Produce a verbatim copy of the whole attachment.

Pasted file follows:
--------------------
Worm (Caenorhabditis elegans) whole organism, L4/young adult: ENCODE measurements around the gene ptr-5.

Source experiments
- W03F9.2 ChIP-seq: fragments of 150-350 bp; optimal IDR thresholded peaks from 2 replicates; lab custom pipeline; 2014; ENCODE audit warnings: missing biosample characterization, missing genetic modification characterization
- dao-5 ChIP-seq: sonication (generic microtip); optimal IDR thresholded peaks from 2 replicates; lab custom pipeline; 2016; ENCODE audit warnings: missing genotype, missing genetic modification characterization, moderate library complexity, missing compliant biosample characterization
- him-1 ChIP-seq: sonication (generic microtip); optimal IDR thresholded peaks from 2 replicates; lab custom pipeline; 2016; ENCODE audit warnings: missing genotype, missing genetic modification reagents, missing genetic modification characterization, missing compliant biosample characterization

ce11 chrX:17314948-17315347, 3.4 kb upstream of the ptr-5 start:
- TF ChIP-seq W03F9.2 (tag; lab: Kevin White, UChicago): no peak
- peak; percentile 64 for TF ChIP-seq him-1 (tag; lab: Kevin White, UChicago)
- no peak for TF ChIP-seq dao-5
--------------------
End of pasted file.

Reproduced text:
Worm (Caenorhabditis elegans) whole organism, L4/young adult: ENCODE measurements around the gene ptr-5.

Source experiments
- W03F9.2 ChIP-seq: fragments of 150-350 bp; optimal IDR thresholded peaks from 2 replicates; lab custom pipeline; 2014; ENCODE audit warnings: missing biosample characterization, missing genetic modification characterization
- dao-5 ChIP-seq: sonication (generic microtip); optimal IDR thresholded peaks from 2 replicates; lab custom pipeline; 2016; ENCODE audit warnings: missing genotype, missing genetic modification characterization, moderate library complexity, missing compliant biosample characterization
- him-1 ChIP-seq: sonication (generic microtip); optimal IDR thresholded peaks from 2 replicates; lab custom pipeline; 2016; ENCODE audit warnings: missing genotype, missing genetic modification reagents, missing genetic modification characterization, missing compliant biosample characterization

ce11 chrX:17314948-17315347, 3.4 kb upstream of the ptr-5 start:
- TF ChIP-seq W03F9.2 (tag; lab: Kevin White, UChicago): no peak
- peak; percentile 64 for TF ChIP-seq him-1 (tag; lab: Kevin White, UChicago)
- no peak for TF ChIP-seq dao-5